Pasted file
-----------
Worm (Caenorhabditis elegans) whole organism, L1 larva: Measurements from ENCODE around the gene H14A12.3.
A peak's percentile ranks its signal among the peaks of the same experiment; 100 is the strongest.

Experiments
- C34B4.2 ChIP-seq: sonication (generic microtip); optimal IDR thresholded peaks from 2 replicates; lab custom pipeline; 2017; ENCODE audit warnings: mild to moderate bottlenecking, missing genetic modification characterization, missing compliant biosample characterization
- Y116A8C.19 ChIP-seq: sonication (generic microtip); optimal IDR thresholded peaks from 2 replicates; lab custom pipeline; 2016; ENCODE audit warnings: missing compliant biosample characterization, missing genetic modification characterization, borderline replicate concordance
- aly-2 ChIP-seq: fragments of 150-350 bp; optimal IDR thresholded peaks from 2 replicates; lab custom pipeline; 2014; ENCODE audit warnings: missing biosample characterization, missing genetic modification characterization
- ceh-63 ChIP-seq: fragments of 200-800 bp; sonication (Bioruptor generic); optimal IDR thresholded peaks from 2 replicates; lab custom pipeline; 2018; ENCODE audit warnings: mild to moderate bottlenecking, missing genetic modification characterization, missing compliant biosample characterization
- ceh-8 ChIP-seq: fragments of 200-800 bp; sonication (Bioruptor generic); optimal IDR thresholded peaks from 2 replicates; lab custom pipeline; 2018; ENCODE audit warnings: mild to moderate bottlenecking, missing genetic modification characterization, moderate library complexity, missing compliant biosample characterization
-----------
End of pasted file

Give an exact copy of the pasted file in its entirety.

Worm (Caenorhabditis elegans) whole organism, L1 larva: Measurements from ENCODE around the gene H14A12.3.
A peak's percentile ranks its signal among the peaks of the same experiment; 100 is the strongest.

Experiments
- C34B4.2 ChIP-seq: sonication (generic microtip); optimal IDR thresholded peaks from 2 replicates; lab custom pipeline; 2017; ENCODE audit warnings: mild to moderate bottlenecking, missing genetic modification characterization, missing compliant biosample characterization
- Y116A8C.19 ChIP-seq: sonication (generic microtip); optimal IDR thresholded peaks from 2 replicates; lab custom pipeline; 2016; ENCODE audit warnings: missing compliant biosample characterization, missing genetic modification characterization, borderline replicate concordance
- aly-2 ChIP-seq: fragments of 150-350 bp; optimal IDR thresholded peaks from 2 replicates; lab custom pipeline; 2014; ENCODE audit warnings: missing biosample characterization, missing genetic modification characterization
- ceh-63 ChIP-seq: fragments of 200-800 bp; sonication (Bioruptor generic); optimal IDR thresholded peaks from 2 replicates; lab custom pipeline; 2018; ENCODE audit warnings: mild to moderate bottlenecking, missing genetic modification characterization, missing compliant biosample characterization
- ceh-8 ChIP-seq: fragments of 200-800 bp; sonication (Bioruptor generic); optimal IDR thresholded peaks from 2 replicates; lab custom pipeline; 2018; ENCODE audit warnings: mild to moderate bottlenecking, missing genetic modification characterization, moderate library complexity, missing compliant biosample characterization